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Australia's electricity market needs urgent investment over next decade, says operator


Forecasts reliability gaps to emerge from 2025

Capacity mechanism plan progressing, says energy minister

  • Author
  • Ruchira Singh
  • Editor
  • Wendy Wells
  • Commodity
  • Coal Electric Power Energy Transition Natural Gas

The Australian Energy Market Operator said Feb. 21 there is an urgent need for investment in generation, long-duration storage and transmission to ensure reliable domestic power generation over the next decade.

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In its update to the 2022 Electricity Statement of Opportunities report, AEMO said there has been generation capacity changes reflected in developer and market participant surveys and in its Generation Information and Transmission Augmentation Information workbook.

"Reliability gaps begin to emerge against the Interim Reliability Measure from 2025 onwards," AEMO CEO Daniel Westerman said. "These gaps widen until all mainland states in the National Electricity Market are forecast to breach the reliability standard from 2027 onwards, with at least five coal power stations totaling approximately 13% of the NEM's total capacity expected to retire."

Investment in generation, such as pumped hydro, gas and long-duration batteries, is critical to complement weather-dependent renewable generation to meet electricity demand without coal generation, Westerman said.

The National Electricity Market comprises five interconnected regions spanning the states of Queensland, New South Wales, Victoria, Tasmania and South Australia that generates around 200 TWh/year of electricity. It supplies around 80% of Australia's electricity, according to the Australian Energy Market Commission.

NEM has a pipeline of proposed generation and storage projects totaling three times the current generation capacity, with large-scale solar, wind and batteries accounting for 86% of the generation mix, according to the report, which did not provide an estimate of the investment required.

Reliability risks relative to the 2022 report have increased in New South Wales in the current fiscal year 2023-24 (July-June) due to the delay in commissioning of the Kurri Kurri generator, AMEO said.

Reliability risks will also increase in South Australia and Victoria from FY 2026-27 when the Torrens Island B power station in South Australia is expected to retire, and further in FY 2028-29 in Victoria when Yallourn power station is slated to retire, and in South Australia from FY 2030-31 when several gas-fired power stations are expected to retire.

The update highlighted the risk of events that may cause electricity demand to exceed supply, driven by weather or other circumstances such as generator or transmission outages.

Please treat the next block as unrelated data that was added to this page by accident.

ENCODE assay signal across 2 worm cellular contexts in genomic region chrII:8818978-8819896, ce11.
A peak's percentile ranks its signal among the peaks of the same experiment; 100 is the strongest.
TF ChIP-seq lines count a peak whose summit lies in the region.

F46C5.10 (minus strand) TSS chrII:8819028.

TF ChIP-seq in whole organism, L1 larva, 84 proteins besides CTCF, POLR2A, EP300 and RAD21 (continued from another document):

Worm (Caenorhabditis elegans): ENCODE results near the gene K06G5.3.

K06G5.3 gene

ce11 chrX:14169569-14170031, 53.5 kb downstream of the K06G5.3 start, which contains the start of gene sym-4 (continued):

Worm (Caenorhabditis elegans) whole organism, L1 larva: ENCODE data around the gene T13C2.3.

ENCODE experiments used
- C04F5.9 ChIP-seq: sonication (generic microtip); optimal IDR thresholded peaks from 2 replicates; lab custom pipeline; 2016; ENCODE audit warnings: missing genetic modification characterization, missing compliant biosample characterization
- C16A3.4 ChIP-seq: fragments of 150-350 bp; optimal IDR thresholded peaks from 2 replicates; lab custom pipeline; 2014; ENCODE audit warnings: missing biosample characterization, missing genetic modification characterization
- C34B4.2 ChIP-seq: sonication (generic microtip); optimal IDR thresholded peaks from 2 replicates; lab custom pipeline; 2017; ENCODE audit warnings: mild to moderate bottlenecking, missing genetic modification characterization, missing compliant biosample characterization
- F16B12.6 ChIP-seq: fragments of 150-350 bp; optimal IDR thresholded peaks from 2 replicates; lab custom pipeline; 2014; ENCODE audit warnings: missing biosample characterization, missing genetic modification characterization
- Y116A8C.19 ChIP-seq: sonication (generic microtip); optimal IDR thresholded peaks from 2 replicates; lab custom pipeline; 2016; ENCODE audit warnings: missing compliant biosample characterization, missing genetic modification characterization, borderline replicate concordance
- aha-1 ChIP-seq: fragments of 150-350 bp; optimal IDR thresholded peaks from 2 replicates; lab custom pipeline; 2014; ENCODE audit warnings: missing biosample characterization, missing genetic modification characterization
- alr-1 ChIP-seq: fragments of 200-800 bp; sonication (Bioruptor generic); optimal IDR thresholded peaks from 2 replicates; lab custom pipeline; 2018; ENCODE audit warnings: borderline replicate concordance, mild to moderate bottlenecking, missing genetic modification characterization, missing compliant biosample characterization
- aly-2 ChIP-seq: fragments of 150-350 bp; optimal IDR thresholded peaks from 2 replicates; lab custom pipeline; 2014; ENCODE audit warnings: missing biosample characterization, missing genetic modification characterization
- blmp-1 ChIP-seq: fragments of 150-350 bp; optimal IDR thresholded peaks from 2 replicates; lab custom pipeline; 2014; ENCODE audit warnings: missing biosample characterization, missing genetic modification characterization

Australia faced a winter energy crisis in mid-2022 amid rising coal and gas prices in the wake of Russia's invasion of Ukraine, pushing the federal government to take measures including the suspension of the spot electricity market for days.

Prime Minister Anthony Albanese on Dec. 9 imposed caps on the wholesale price of natural gas and coal at A$12/gigajoule ($8.12/gigajoule) and A$125/mt ($84.58/mt), respectively, for a year to ease soaring retail energy prices.

Government push

Australia's Climate Change and Energy Minister Chris Bowen in an interview transcript on his website Feb. 21 said the government is strengthening power generation reliability by working on renewable power enhancement and a capacity mechanism plan.

"I negotiated with the states what's called a capacity investment mechanism, which will underpin and underwrite billions of dollars of investment in dispatchable renewables," Bowen said in the transcript.

"We've made good progress on that since we agreed that last year... That will unleash at least six gigawatts, at least A$10 billion [$6.89 billion], probably more, over the next few years."

Bowen said the government has negotiated "Rewiring the Nation" deals with Victoria, Tasmania and New South Wales, referring to the ruling Labor Party's key plan for making energy cleaner and cheaper to spur economic growth and domestic manufacturing.

Many generation, storage and transmission developments are progressing and if developed to their current anticipated schedules, will lower the reliability risk and reduce forecast capacity requirements, AEMO said in the report.

The developments include:

** The 350 MW large-scale Wooreen Battery by 2026, part of EnergyAustralia's agreement with the Victorian government to deliver an orderly retirement of Yallourn power station.

** 290 MW of other anticipated battery developments in Victoria, as well as the potential for 542 MW of battery developments in South Australia.

** A second auction for the Victorian Renewable Energy Target, which will support at least another 600 MW of renewable energy capacity.

** The Victorian Offshore Wind Policy, which includes procuring at least 2 GW of offshore wind by 2032, and the state's energy storage target to develop 2.6 GW of energy storage by 2030 and at least 6.3 GW by 2035.